Figure 4.

Scanning electron microscopy: (A and B) fragmented tissue resembling pebbles or stones (arrows) between the collagen fibers (col). (×2,700 and ×4,300). (C) Detail of four structures resembling pebbles or stones; the upper one is curved, similar to Fig. 3A, and a granular deposit is seen on the right (arrows) (×8,500). (D) Detail of the deposits resembling pebbles or stones (×7,500).


CRN is a frequent finding in physical examinations and a marker of chronic photo exposure, being correlated with the prevalence of malignant and premalignant lesions.3,4

Our optical microscopy findings showed a basophilic deposition in the upper dermis, called solar elastosis, and basophilic degeneration of collagen.5 In these areas, after elastic fiber staining, it was possible to see a decrease in these fibers.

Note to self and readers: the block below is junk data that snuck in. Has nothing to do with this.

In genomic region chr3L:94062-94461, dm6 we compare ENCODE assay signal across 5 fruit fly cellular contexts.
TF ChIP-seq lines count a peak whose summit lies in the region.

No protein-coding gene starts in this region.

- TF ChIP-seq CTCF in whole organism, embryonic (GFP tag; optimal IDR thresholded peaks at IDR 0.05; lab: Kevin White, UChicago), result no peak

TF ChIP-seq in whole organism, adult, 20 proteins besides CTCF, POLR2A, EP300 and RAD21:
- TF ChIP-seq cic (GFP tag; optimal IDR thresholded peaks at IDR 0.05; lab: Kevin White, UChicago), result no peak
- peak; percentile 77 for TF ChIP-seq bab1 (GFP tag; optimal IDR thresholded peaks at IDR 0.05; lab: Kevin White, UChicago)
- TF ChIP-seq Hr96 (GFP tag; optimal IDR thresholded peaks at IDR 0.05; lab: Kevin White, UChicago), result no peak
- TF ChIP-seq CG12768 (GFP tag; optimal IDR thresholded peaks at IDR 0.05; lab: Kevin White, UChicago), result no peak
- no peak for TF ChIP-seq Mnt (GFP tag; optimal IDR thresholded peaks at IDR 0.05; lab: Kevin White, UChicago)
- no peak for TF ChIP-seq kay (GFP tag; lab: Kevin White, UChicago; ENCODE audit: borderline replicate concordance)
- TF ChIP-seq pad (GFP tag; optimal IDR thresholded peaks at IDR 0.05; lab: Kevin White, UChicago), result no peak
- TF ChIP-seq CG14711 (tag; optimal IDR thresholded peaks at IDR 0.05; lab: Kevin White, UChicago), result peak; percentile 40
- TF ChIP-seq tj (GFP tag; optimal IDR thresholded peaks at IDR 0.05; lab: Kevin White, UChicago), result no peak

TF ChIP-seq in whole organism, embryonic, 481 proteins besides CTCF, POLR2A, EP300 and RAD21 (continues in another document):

Transmission electron microscopy, where tissue sections are examined, allowed us to observe that the collagen fibers were normal in appearance, unlike the elastic fibers, which showed an irregular contour and were fragmented, demonstrating that at least during one phase of the disease, the collagen remains normal, in agreement with previous publications.5,6 The observed deposition of amorphous material could be glycosaminoglycans, described in biochemical studies.7

The three-dimensional findings with scanning electron microscopy also showed fragmented tissue in the dermis together with collagen bundles. These findings of deposits resembling small stones or pebbles have already been described in other dermal conditions, demonstrating the superiority of TEM in the analysis of elastic fibers, with a better demonstration of the internal changes in fibers in tissue sections.8,9 These findings are in agreement with a previous publication, which showed that initial lesions have deposits in more affected areas, large amorphous masses, and that the elastotic material is comprised of elastic fibers.10 The deposition of amorphous material associated with elastic fiber degeneration has been reported, as well as preserved collagen fibers and bundle disorganization.11